With no intervening silence

The beginning of August marks, for me, a time of resuming. The college returns to normal work week hours, and prospective students awaken and realize that they likely should consider registering for classes before all that remain are the 8 0’clock and 3 o’clock sections. My email inbox starts to fill up again, and both I and my daughter eye the school supply and back to school clothing sales with resigned interest. This summer has been busy for a summer, and the next three weeks promise to continue apace, so our movement into the new academic year is more a smooth glide than a sudden dive.

For my parents, this August marks a time of transition, of ending, and an uncertain beginning. We, their children and children-in-law, have decided that my parents’ current living situation will no longer do. For 17 years, they have lived in the downtown residential area of a small town. When my parents bought their home, the town was not new, but it had energy and purpose, and while terrible events occurred, for years, the town worked to stay strong and lively and focused on the constant renewal of the seasons and celebrated Azaleas and fall harvests. In recent years, though, the town’s energy has dropped off. Its lawns are not as well cared for; too many storms have passed through for business owners, residents, and artisans to rebuild, yet again. In that same time, my parents’ health and spirits have also waned. They could remain there and get through each day, but they are unhappy and alone, so what is the wisdom in remaining? Sorting, reducing, and packing have been my parents’ occupation this summer. Reluctantly and expectantly, they have entrusted their future to their children, to me. As I move forward, they choose which symbols and monuments of their lives are most precious and most necessary, pack them in boxes, and wait for me and my brothers to make decisions for them. I cannot imagine the tumult of emotions, the contradictory responses that must wash over them constantly. How much they certainly want to tell us to go to hell, we children whom they so recently reared, taught, rescued.

Time is so slippery now, in my middle age. I can only imagine it becoming even less precise in later age. If I can still find myself most clearly in the dorm rooms and apartments of 20 years ago, should I expect a more stable sense of the now as more time passes? A song, a photograph, a scent can disorient us, divert our way. Joan Didion calls this “magical thinking.” Eliot is less kind, for he names the harbingers of our diversions into time deceptive (from “Burnt Norton”).

                 Other echoes
Inhabit the garden. Shall we follow?
Quick, said the bird, find them, find them,
Round the corner. Through the first gate,
Into our first world, shall we follow
The deception of the thrush? Into our first world.
There they were, dignified, invisible,
Moving without pressure, over the dead leaves,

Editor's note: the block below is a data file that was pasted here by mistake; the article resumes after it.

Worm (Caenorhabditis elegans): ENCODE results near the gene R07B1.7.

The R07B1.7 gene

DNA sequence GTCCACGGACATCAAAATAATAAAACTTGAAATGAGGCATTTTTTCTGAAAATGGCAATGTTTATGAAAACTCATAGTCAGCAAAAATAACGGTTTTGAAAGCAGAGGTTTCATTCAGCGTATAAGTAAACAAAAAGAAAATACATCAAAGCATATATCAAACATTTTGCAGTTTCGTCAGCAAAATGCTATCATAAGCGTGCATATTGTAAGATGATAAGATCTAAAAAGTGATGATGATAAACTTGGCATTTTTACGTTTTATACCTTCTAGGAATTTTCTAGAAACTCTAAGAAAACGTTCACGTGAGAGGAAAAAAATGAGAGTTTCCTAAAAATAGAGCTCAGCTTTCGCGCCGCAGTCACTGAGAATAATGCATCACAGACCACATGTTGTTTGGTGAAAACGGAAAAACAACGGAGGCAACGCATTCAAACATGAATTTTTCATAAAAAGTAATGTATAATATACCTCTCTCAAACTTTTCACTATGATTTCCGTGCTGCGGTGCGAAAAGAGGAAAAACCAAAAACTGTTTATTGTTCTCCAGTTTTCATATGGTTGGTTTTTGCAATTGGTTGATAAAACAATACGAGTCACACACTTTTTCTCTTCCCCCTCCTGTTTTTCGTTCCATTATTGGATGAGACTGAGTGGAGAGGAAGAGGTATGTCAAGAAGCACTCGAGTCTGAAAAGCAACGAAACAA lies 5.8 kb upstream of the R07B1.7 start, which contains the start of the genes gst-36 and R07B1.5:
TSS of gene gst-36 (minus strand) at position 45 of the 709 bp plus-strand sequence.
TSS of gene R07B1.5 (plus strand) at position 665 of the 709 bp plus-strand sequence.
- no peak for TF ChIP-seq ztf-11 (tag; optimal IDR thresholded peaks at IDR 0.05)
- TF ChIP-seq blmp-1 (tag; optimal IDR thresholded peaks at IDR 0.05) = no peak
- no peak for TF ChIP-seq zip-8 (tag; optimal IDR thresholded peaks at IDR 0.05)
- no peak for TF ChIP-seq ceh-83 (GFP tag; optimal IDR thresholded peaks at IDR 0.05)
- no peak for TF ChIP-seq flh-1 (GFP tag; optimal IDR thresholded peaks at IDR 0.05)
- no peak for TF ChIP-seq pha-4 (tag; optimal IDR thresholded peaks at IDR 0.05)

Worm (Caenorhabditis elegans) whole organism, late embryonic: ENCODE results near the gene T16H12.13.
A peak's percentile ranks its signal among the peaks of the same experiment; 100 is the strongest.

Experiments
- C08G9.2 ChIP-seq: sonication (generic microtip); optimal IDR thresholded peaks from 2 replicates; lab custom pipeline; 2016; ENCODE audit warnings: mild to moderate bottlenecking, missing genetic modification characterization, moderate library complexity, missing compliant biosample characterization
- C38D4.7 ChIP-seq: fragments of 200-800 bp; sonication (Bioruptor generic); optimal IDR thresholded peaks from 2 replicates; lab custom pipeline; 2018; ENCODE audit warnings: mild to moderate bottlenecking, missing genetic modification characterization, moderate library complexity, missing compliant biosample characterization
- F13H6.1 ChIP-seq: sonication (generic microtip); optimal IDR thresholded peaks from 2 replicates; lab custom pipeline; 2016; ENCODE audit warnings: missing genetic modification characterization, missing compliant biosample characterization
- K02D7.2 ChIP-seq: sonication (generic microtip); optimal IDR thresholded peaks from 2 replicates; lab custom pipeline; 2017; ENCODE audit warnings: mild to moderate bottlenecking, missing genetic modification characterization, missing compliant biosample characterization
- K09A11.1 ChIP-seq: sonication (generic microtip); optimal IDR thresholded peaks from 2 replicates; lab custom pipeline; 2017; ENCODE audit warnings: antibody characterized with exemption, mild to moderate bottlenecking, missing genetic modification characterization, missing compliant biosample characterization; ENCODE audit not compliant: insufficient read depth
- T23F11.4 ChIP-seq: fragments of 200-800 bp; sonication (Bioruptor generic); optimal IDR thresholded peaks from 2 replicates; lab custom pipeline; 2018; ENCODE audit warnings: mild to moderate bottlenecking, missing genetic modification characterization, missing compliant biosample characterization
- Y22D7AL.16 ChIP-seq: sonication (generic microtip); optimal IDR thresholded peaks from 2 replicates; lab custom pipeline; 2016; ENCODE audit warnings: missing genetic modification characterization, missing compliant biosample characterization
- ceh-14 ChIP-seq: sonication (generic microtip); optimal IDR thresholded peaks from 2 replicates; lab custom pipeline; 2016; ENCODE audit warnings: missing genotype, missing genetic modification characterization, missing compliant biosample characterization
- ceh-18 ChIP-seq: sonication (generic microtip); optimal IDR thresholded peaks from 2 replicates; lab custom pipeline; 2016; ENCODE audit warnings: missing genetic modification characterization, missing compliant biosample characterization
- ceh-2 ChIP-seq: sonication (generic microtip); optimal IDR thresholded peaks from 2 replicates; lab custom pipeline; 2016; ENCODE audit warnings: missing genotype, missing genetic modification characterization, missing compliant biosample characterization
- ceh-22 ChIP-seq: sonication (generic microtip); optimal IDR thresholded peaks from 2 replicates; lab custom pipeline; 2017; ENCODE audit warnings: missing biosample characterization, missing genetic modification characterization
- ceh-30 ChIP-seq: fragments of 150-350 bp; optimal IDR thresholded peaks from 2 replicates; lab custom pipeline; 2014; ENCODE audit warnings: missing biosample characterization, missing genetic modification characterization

In the autumn heat, through the vibrant air,
And the bird called, in response to
The unheard music hidden in the shrubbery,
And the unseen eyebeam crossed, for the roses
Had the look of flowers that are looked at.
There they were as our guests, accepted and accepting.
So we moved, and they, in a formal pattern,
Along the empty alley, into the box circle,
To look down into the drained pool.
Dry the pool, dry concrete, brown edged,
And the pool was filled with water out of sunlight,
And the lotos rose, quietly, quietly,
The surface glittered out of heart of light,
And they were behind us, reflected in the pool.
Then a cloud passed, and the pool was empty.
Go, said the bird, for the leaves were full of children,
Hidden excitedly, containing laughter.
Go, go, go, said the bird: human kind
Cannot bear very much reality.
Time past and time future
What might have been and what has been
Point to one end, which is always present.

I have said before that I find peace in the past, in the re-visions of myself and the world, snapshots of memory filtered and enhanced by nostalgia and desire. These moments are soft-edged. The anger, wonder, sadness, joy are smudged with wear, dogeared from frequent handling. Beloved. All of this should tell you how blessed my life has been. I have felt pain, yes, but bearably. My losses, while at the time painful, have been thus far removed. My heart is whole. All of time is still a welcome friend. I have no hallways I fear to tread, no doors I wish to leave unopened. Blessed beyond measure.

Dry the pool, dry concrete, brown edged,
And the pool was filled with water out of sunlight,
And the lotos rose, quietly, quietly,
The surface glittered out of heart of light,
And they were behind us, reflected in the pool.
Then a cloud passed, and the pool was empty.

All of life is a treasure, else we wouldn’t struggle so in the keeping of it. Nevertheless, the longer that struggle, the greater the possibility of pain. But must the pain be overwhelming? The thrush is deceptive, but perhaps not by sending us to look for children that are only echoes, that can be seen only when we eat the lotus petals. The thrush deceives:

Go, go, go, said the bird: human kind
Cannot bear very much reality.

The Quartets are mourning poems, I know, but they are not hopeless. Even in the aftermath of a truly horrendous war, humans have the strength to bear it. We are creatures not of forgetting but of remembering.

Time past and time future
What might have been and what has been
Point to one end, which is always present.

As August melts into September, as one chapter of the book of my parents’ lives ends, may we keep both the past and the present mind. Time past and time future, the crunch of autumn leaves and the promise of spring growth.